About Barry Danylak

Barry Travels Internationally

I was born and raised in the Western suburbs of Chicago, Illinois. I was blessed to be raised by parents of genuine and vibrant faith and was attracted to the truth and mystery of the Christian faith at young age. As a youth I was active in my home church, Wheaton Bible Church, and was baptized at age 17 by my youth pastor. Desiring to integrate my faith with every aspect of my life, including my love for math, I attended Wheaton College (1982-86) and graduated with a double major in Mathematics and Computer Science with a minor in Biblical Studies. While in college I had the privilege of studying in Israel with the summer Wheaton program where he fell in love with the joy of studying and understanding my faith through the lens of biblical culture.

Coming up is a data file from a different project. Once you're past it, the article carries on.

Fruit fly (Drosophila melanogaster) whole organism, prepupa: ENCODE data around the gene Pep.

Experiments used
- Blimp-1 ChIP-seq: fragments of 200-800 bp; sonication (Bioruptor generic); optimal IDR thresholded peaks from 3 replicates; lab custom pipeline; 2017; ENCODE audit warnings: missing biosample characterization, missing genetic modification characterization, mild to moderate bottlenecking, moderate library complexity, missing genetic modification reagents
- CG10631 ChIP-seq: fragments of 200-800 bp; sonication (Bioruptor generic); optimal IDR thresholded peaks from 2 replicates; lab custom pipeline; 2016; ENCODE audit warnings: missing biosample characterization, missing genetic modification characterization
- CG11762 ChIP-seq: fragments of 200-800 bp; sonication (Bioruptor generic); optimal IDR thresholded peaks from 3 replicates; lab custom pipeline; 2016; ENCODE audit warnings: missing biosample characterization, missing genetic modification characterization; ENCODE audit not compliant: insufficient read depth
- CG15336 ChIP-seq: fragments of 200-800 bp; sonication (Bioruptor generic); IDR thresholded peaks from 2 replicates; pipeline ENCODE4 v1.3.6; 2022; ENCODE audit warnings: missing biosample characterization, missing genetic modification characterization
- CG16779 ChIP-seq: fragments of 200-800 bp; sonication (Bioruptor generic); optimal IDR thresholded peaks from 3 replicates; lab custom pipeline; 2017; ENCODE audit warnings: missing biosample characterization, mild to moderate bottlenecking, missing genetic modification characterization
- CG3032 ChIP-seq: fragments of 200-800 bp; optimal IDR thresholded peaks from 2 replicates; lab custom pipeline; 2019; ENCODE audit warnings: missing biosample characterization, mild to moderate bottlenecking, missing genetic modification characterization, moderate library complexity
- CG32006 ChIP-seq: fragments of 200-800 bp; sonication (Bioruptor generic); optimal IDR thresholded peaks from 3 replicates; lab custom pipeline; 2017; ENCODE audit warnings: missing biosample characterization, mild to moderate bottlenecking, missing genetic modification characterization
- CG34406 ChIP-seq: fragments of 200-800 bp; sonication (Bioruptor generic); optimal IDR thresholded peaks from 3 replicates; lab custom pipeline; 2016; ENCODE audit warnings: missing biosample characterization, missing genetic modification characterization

Following my time at Wheaton College, I pursued graduate studies at the University of Minnesota earning my M.S. in Mathematics specializing in Ordinary Differential Equations with a minor in Statistics. While living in the St. Paul area, I was involved attending and serving at Grace Church Roseville, in Roseville, Minnesota. I always loved interesting mathematical problems and I am grateful for the analytical skill set afforded to me through my years of mathematical training. Desiring to put some of that skill set to good use, in 1988 I joined AT&T Bell Laboratories as a Member of the Technical Staff in Naperville, Illinois.